If you are looking for a well-referenced, very readable and intriguing but satisfying book which explores why difference in human brains is of value in our development as human beings, then you should read ‘The Pattern Seekers’, by Simon Baron Cohen. It was recommended to me by a very good friend a couple of months ago, but it took me until last weekend to read it … in fact, it only took a few hours, although it would have taken me a lot longer, had I followed up all the notes – many hours of reading and pursuing the topic remain, should I so wish!
The main premise of the book is that human beings have evolved, uniquely amongst other living species, to have systematising as well as empathising functions, and that we possess these in different degrees, probably passed on through our genes, to the extent that there exist now both hyper-empathisers and hyper-systematisers. These latter people – the pattern-seekers – who have a higher number of autistic traits than other human beings, and who are often underappreciated by society, are, the author argues, inordinately responsible for human inventions and technical progress. ‘If we want to nurture the inventors of the future … we are more likely to find them among autistic people, and among those who have a high number of autistic traits because they are hyper-systemizers, than among the general population’ (p.136).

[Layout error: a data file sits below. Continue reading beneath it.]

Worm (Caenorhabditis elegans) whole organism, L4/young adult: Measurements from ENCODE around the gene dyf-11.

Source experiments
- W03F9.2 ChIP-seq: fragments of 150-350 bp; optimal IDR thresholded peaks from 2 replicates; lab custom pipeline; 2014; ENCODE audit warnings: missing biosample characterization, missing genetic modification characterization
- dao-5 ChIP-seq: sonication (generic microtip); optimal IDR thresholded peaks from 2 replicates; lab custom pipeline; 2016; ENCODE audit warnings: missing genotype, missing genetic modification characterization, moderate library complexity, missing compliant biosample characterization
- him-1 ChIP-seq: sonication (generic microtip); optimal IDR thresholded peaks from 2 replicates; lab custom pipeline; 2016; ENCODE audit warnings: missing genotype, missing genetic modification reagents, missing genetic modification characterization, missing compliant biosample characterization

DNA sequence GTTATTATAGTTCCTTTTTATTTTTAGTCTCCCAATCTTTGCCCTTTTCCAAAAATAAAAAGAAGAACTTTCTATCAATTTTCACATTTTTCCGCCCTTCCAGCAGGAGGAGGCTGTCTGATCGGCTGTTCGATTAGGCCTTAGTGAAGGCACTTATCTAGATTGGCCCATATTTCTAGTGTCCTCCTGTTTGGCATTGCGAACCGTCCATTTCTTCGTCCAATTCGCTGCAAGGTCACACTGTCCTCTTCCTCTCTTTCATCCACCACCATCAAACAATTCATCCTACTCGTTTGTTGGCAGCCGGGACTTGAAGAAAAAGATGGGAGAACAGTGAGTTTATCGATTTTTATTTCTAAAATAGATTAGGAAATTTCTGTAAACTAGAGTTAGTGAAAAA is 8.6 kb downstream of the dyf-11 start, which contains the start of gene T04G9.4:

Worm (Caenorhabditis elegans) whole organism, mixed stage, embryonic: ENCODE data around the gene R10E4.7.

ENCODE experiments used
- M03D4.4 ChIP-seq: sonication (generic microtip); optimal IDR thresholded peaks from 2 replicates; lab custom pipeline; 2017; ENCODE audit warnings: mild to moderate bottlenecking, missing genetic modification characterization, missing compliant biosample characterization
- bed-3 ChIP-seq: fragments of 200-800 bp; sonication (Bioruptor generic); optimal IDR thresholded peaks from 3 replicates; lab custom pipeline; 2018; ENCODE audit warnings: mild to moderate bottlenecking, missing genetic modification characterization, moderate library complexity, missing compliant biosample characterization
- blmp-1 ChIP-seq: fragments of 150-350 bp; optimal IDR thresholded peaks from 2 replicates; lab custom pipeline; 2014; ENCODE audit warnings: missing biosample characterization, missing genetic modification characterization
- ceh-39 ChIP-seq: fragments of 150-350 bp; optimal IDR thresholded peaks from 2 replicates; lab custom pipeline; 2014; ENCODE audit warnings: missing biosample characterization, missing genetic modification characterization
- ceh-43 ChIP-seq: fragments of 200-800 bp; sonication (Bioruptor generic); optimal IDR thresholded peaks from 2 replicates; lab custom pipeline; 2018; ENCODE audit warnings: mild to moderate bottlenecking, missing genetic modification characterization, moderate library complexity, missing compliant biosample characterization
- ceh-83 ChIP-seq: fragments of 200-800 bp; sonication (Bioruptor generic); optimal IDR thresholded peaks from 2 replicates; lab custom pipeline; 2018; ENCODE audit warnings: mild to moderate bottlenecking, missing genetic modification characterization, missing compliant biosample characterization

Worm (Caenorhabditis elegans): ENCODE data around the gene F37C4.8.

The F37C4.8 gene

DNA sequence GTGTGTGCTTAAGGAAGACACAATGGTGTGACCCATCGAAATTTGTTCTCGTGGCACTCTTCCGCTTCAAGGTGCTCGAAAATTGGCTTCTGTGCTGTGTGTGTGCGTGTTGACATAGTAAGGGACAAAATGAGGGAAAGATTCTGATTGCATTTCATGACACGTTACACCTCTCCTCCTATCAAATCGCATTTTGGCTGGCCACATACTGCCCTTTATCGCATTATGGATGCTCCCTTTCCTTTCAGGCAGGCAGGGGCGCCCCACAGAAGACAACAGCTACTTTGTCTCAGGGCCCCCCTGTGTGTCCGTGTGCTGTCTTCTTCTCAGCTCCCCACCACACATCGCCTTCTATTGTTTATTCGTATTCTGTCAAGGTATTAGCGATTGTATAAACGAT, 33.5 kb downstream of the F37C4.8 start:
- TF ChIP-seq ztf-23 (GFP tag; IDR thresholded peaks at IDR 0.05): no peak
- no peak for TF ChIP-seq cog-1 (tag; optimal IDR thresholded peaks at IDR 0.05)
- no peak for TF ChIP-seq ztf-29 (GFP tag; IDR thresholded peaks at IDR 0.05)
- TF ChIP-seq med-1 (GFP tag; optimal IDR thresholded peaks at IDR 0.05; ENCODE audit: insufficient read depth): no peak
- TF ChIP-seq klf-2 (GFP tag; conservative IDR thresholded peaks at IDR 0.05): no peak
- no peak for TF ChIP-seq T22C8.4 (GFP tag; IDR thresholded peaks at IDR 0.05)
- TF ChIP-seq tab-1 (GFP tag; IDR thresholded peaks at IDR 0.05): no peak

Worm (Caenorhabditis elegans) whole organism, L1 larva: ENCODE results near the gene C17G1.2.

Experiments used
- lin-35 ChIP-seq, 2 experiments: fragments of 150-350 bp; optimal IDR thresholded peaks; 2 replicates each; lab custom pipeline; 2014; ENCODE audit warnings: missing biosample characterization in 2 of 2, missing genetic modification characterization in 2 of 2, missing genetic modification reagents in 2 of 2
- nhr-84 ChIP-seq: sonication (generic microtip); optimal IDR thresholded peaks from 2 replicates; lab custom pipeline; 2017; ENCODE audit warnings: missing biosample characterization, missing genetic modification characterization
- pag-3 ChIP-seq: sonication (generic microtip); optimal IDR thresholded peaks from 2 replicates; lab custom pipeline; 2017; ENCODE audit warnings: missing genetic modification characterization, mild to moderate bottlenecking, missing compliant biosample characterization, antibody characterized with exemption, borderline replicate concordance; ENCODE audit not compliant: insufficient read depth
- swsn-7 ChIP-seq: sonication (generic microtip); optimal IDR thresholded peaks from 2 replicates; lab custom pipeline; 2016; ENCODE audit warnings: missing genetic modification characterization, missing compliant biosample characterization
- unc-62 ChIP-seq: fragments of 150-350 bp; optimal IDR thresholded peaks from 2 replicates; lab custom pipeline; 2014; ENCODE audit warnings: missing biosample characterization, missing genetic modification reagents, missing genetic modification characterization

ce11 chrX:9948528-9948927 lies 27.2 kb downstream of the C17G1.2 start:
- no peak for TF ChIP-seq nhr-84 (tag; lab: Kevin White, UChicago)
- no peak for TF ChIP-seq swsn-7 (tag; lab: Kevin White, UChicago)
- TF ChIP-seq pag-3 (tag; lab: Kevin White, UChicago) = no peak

‘Neurodiversity is simply a fact, just like biodiversity is a fact’, he writes on page 137, and uses the rest of the book to set out structures that would better support and enable autistic people in their life and work. ‘The Pattern Seekers’ does not answer every question one might have about the autistic, pattern-seeking brain; in fact, as many good theses do, it poses instead many more questions about how we translate this into steps forward. What I liked particularly, however was what it dares to promise, as it gives a glimpse into a future where we all genuinely appreciate and value difference.
As he says in his final words, however, this is up to us.